What to Expect in the First Year of Truck Driving
The first year on the road is the toughest. Drivers begin a new career with the expectation of freedom and travel. They get to see the country on the company’s dime. They will be the king of the road.
There is a thread of truth through it all, but it’s not without challenges.
New truck drivers who come into the industry with an understanding of what truly lies ahead of them will be better served in this new world.
It’s not often that a new driver gets the newest equipment. Odds are, you will bump into something and cause some sort of damage to your truck or trailer. It’s far better to have the happen with older equipment than a brand new rig. Take your time and learn how your truck and trailer handle. Cliché as this is, remember G.O.A.L. - Get Out And Look. It’s saved my butt more than once. In time, you will work your way into new equipment, but first, prove your skills and take responsibility for your mistakes. Your integrity will follow you.
I’m an introvert. That doesn’t mean I’m shy, it just means I thrive off quiet time and meaningful engagements with others. Small talk? I don’t have time or interest in that. But let’s dig deep into meaningful discussions and I’m good to go. But even with this innate nature, I still encountered times of loneliness. While you are on the road it’s important to understand that your friends and family continue to live their lives in your absence. It’s vital to your well-being to keep in touch with your loved ones as often as possible to keep a sense of connection and manage feelings of loneliness.
Lack of Routine
Your trucking life puts you at the beck and call of dispatch. You are truly off the clock for just 10 hours each day, with eight of those intended for sleep. In many cases, the next day begins as soon as your 10-hour break ends causing your routine to shift from day to day. Some days end at dinner, others end at bedtime. You must accept that routines shift on a daily basis.
The cost of life on the road can add up. Meals, coffee, and snacks have a way of eating away at your bank account. The best means to combat financial erosion is to plan and prepare. Grab snacks from the grocery store the next time you’re shopping and keep them in the truck. Consider trail mix and fresh vegetables like baby carrots and snap peas. Cut back on coffee and go with water and lemon.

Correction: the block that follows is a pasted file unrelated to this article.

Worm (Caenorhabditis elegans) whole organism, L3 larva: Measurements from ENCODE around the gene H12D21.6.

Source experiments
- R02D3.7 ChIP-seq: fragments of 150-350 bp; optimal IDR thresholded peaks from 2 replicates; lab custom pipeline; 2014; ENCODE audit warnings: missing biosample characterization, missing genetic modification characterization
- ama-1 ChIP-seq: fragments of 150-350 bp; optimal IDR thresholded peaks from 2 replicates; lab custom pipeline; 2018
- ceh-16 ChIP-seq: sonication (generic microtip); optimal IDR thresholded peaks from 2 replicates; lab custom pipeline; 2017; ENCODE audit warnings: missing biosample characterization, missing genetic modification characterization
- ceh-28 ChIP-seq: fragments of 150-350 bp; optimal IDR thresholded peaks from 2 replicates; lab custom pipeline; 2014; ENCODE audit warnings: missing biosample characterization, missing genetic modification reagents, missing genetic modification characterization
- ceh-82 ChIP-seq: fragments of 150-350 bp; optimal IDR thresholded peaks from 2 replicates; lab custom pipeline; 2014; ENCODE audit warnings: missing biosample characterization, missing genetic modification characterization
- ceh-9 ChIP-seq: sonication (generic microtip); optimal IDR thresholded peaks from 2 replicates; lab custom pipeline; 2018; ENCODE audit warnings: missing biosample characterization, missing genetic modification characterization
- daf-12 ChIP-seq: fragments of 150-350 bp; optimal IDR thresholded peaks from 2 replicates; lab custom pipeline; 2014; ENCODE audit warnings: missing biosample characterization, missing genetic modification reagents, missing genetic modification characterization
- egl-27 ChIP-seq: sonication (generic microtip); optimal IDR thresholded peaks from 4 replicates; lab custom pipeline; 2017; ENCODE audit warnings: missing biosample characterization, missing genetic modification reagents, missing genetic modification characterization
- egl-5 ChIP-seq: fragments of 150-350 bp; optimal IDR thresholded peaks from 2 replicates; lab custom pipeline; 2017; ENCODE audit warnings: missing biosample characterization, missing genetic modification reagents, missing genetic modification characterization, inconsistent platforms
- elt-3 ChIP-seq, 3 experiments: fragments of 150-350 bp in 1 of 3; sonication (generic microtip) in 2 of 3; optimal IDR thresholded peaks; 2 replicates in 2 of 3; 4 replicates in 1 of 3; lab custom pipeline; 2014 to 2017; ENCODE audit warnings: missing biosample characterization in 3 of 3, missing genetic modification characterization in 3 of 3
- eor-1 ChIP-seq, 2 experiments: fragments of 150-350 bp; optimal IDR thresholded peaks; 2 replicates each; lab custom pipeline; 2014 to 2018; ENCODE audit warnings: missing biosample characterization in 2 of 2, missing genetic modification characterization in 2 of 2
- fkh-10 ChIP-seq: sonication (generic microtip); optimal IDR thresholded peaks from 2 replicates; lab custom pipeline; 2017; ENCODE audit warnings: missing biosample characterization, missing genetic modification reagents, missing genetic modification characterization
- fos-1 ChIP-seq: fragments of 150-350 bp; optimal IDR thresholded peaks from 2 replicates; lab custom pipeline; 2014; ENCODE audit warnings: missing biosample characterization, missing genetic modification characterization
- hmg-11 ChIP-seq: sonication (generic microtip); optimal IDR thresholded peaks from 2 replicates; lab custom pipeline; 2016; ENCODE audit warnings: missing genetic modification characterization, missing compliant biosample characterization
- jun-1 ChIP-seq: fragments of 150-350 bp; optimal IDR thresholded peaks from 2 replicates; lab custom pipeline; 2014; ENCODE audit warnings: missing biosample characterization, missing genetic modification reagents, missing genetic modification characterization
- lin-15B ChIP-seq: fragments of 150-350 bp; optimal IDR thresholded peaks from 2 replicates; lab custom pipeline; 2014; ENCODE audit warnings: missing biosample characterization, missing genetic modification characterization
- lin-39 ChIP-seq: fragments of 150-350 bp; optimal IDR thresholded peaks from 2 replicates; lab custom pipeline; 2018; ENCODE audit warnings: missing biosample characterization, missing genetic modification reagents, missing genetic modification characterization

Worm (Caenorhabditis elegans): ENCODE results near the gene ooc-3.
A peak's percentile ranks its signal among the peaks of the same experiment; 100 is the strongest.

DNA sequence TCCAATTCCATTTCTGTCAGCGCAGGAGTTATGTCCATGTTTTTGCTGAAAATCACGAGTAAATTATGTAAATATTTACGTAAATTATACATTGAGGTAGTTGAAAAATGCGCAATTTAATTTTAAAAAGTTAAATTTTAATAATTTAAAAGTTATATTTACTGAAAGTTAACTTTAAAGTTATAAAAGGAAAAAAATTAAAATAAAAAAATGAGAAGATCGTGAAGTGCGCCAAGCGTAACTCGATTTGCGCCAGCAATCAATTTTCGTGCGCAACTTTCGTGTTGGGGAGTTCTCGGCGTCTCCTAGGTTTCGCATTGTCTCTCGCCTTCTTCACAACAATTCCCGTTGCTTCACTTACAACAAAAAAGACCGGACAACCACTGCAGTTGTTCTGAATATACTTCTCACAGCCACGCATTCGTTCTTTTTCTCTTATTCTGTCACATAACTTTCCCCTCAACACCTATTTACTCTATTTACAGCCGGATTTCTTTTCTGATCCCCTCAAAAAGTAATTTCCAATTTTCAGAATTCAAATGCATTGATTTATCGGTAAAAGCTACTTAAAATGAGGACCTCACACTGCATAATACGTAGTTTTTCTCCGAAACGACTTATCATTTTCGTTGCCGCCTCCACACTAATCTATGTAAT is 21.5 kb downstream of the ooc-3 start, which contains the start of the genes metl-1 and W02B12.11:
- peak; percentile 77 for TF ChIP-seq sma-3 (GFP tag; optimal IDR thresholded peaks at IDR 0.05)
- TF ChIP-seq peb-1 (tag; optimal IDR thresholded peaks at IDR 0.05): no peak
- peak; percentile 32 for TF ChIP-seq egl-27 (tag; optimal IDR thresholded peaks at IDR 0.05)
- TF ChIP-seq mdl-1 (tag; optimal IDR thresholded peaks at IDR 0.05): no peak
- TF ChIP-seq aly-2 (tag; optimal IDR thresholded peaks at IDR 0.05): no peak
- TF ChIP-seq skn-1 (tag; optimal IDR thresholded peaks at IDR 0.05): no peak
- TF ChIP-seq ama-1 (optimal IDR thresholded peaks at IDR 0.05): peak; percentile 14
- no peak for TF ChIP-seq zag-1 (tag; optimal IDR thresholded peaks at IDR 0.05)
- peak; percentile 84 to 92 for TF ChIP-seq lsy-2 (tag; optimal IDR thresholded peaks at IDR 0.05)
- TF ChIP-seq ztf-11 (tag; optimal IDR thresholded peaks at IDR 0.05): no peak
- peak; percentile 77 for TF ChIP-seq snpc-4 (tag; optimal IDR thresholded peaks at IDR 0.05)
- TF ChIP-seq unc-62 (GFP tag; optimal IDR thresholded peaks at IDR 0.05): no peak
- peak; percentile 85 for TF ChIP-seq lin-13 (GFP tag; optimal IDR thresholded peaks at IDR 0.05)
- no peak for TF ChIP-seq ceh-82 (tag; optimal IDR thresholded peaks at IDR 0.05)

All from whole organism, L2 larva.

Plan what you want to eat for the week or two that you’re away, and prepare meals in advance, freezing them before you head out. Each day you can have a meal that tastes like home while saving dollars. I choose to make all my suppers and some lunches ahead of time, but had oatmeal or toast at breakfast. However you choose to travel, plan and prepare to save yourself money.
You will encounter job hoppers. These are the drivers that always chasing the next best thing to come along. Sure, there will likely be a time when a job change is in store, but take your time and get experience in the job you’re at. Job hoppers are unreliable and undesirable at quality carriers. Job hopping will eventually limit you from getting to the right place and the right job.
So many aspects are out of the control of truck drivers. From weather delays to load delays, there’s often some outside source that impacts your day. There’s absolutely no sense getting angry and worked up over delays. The more intensely you respond to situations the more likely you are to make poor decisions that could have devastating impacts. Your attitude about delays and circumstances out of your control will greatly impact your well-being and the safety of others.